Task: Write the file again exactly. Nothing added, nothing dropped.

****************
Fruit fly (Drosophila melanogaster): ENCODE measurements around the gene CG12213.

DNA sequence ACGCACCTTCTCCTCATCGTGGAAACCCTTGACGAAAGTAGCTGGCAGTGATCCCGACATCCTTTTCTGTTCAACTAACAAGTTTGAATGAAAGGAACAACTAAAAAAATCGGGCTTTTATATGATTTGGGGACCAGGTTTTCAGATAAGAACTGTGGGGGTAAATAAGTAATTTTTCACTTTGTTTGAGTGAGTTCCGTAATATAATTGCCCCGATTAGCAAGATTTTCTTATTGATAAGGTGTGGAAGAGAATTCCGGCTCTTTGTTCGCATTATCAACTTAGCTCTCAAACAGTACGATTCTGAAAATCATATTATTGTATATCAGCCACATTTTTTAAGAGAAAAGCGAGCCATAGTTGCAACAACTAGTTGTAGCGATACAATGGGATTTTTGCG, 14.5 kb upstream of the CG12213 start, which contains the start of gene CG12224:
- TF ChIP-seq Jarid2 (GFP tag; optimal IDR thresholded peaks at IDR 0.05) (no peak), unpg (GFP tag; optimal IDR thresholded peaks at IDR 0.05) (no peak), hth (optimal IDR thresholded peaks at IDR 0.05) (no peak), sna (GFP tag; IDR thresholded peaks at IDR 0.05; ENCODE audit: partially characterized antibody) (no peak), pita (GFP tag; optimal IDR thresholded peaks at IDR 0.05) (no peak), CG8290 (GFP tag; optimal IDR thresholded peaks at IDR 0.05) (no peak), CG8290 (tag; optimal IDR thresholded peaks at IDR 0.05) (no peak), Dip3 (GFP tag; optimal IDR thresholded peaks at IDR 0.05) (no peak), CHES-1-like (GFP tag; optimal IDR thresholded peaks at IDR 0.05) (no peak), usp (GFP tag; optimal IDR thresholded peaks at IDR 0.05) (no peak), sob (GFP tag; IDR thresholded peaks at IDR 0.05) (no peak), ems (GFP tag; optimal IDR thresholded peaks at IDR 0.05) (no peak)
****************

Fruit fly (Drosophila melanogaster): ENCODE measurements around the gene CG12213.

DNA sequence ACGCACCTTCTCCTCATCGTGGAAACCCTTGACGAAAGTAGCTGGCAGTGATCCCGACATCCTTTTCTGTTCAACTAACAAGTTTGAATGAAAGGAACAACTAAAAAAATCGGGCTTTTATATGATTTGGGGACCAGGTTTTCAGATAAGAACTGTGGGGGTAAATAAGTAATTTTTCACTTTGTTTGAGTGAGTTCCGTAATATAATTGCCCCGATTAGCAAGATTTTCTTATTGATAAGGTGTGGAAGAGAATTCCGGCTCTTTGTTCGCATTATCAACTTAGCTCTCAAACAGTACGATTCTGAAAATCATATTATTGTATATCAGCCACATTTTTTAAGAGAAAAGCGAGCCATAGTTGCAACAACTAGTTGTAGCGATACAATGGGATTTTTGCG, 14.5 kb upstream of the CG12213 start, which contains the start of gene CG12224:
- TF ChIP-seq Jarid2 (GFP tag; optimal IDR thresholded peaks at IDR 0.05) (no peak), unpg (GFP tag; optimal IDR thresholded peaks at IDR 0.05) (no peak), hth (optimal IDR thresholded peaks at IDR 0.05) (no peak), sna (GFP tag; IDR thresholded peaks at IDR 0.05; ENCODE audit: partially characterized antibody) (no peak), pita (GFP tag; optimal IDR thresholded peaks at IDR 0.05) (no peak), CG8290 (GFP tag; optimal IDR thresholded peaks at IDR 0.05) (no peak), CG8290 (tag; optimal IDR thresholded peaks at IDR 0.05) (no peak), Dip3 (GFP tag; optimal IDR thresholded peaks at IDR 0.05) (no peak), CHES-1-like (GFP tag; optimal IDR thresholded peaks at IDR 0.05) (no peak), usp (GFP tag; optimal IDR thresholded peaks at IDR 0.05) (no peak), sob (GFP tag; IDR thresholded peaks at IDR 0.05) (no peak), ems (GFP tag; optimal IDR thresholded peaks at IDR 0.05) (no peak)